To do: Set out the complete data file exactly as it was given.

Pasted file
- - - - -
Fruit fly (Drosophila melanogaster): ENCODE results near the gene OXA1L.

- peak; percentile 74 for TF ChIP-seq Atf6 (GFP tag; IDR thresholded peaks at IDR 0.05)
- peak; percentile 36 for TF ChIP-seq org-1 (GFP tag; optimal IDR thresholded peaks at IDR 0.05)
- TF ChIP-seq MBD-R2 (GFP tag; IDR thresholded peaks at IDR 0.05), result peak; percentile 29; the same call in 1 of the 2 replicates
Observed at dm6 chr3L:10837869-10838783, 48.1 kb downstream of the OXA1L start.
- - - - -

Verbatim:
Fruit fly (Drosophila melanogaster): ENCODE results near the gene OXA1L.

- peak; percentile 74 for TF ChIP-seq Atf6 (GFP tag; IDR thresholded peaks at IDR 0.05)
- peak; percentile 36 for TF ChIP-seq org-1 (GFP tag; optimal IDR thresholded peaks at IDR 0.05)
- TF ChIP-seq MBD-R2 (GFP tag; IDR thresholded peaks at IDR 0.05), result peak; percentile 29; the same call in 1 of the 2 replicates
Observed at dm6 chr3L:10837869-10838783, 48.1 kb downstream of the OXA1L start.